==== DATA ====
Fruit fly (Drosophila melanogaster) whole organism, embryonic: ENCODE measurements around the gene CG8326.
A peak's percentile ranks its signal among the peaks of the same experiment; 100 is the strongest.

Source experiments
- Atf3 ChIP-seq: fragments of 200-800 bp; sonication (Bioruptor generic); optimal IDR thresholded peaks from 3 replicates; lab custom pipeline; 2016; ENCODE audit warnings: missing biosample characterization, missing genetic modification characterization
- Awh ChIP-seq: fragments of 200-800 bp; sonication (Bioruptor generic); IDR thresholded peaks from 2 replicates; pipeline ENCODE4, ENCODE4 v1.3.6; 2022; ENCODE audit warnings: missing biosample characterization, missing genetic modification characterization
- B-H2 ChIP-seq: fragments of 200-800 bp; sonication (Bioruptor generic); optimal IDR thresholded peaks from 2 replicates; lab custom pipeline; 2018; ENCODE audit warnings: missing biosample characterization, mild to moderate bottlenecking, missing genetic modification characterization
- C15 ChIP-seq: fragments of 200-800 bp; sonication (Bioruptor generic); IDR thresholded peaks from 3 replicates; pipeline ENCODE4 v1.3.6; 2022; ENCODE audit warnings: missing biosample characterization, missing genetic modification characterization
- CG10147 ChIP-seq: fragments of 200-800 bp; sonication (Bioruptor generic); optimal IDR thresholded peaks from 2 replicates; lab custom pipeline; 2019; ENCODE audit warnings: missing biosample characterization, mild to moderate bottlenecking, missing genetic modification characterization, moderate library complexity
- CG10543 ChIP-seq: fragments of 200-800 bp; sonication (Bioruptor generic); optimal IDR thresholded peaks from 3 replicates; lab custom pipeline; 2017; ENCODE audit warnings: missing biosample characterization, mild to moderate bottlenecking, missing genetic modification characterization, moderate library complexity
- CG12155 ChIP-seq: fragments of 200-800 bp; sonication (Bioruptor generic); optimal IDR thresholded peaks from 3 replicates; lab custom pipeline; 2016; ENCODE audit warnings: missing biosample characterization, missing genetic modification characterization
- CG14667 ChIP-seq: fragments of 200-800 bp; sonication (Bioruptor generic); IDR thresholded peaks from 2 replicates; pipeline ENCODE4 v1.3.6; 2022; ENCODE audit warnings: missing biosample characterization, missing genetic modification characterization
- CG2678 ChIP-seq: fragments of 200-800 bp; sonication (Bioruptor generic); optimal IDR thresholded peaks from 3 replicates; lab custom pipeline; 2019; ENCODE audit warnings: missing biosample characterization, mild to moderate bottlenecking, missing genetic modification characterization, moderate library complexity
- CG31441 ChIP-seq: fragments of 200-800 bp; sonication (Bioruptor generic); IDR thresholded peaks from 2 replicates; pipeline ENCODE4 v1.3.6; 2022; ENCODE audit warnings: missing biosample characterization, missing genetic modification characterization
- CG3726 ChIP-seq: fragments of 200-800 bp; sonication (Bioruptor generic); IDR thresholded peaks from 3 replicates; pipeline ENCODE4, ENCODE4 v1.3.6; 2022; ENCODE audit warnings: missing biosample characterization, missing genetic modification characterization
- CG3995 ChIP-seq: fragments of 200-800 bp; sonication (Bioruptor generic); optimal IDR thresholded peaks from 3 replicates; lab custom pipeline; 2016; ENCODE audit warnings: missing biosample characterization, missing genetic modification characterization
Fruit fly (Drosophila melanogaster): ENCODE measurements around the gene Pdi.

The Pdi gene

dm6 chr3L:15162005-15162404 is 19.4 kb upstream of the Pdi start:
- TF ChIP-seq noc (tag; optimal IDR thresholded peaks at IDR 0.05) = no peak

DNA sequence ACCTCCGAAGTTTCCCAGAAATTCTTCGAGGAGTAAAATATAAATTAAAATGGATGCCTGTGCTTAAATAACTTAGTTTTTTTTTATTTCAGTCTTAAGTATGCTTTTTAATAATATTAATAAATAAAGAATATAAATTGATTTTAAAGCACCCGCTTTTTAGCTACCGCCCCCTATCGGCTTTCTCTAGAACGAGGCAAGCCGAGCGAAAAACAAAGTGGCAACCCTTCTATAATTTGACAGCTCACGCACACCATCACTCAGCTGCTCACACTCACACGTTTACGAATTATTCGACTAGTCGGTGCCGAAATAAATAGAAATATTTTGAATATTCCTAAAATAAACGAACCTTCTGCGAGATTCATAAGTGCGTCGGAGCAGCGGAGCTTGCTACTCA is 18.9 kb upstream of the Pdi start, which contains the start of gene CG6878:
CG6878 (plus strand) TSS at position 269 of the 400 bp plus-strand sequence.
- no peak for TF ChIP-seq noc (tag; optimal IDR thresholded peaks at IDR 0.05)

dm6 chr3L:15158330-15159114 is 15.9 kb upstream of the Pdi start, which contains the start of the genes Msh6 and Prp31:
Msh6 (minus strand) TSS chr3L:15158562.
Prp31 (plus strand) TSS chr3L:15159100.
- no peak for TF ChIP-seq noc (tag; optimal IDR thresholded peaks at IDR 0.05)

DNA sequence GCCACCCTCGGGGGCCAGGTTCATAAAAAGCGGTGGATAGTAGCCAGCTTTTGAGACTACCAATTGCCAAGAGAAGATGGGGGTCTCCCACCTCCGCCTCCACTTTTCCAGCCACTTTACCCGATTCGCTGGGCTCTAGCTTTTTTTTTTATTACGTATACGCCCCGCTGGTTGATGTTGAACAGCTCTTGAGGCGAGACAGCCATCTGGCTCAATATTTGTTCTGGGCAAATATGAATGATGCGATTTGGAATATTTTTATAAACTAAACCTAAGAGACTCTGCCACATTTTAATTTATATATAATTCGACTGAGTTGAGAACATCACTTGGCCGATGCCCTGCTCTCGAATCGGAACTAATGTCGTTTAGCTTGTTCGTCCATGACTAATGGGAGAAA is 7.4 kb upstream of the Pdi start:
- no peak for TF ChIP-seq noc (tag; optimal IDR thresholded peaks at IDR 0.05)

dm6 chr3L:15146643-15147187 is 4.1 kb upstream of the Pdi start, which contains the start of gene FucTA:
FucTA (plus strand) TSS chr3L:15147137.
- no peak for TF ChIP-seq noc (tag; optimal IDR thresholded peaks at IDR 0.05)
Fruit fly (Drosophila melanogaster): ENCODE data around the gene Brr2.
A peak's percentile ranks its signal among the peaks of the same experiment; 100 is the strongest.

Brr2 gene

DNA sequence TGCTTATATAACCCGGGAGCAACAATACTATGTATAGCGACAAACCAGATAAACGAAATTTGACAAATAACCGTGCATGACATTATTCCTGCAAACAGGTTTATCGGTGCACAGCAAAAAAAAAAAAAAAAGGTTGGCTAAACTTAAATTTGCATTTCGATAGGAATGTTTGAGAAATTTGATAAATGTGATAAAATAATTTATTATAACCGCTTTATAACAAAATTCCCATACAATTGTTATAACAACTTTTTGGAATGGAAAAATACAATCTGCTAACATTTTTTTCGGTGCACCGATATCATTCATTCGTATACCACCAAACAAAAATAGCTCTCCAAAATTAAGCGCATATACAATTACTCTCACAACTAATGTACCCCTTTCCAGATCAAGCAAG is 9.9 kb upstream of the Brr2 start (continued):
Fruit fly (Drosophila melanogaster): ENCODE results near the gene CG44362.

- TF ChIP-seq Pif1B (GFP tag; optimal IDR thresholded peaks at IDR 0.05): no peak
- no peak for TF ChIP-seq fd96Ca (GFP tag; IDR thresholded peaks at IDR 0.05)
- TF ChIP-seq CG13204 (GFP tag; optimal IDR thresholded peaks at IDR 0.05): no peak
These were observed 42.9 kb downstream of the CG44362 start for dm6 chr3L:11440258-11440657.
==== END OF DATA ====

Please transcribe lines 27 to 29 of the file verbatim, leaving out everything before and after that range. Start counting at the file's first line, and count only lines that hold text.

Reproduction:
DNA sequence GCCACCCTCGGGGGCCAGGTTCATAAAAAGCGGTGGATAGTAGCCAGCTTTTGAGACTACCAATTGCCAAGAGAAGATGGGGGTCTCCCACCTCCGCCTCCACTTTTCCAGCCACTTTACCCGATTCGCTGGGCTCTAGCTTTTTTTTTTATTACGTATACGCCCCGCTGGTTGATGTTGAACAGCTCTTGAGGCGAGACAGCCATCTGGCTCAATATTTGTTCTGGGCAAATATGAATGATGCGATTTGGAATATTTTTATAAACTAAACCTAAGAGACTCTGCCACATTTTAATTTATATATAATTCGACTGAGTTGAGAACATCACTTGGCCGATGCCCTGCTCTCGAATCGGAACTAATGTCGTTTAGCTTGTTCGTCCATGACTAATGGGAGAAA is 7.4 kb upstream of the Pdi start:
- no peak for TF ChIP-seq noc (tag; optimal IDR thresholded peaks at IDR 0.05)

dm6 chr3L:15146643-15147187 is 4.1 kb upstream of the Pdi start, which contains the start of gene FucTA: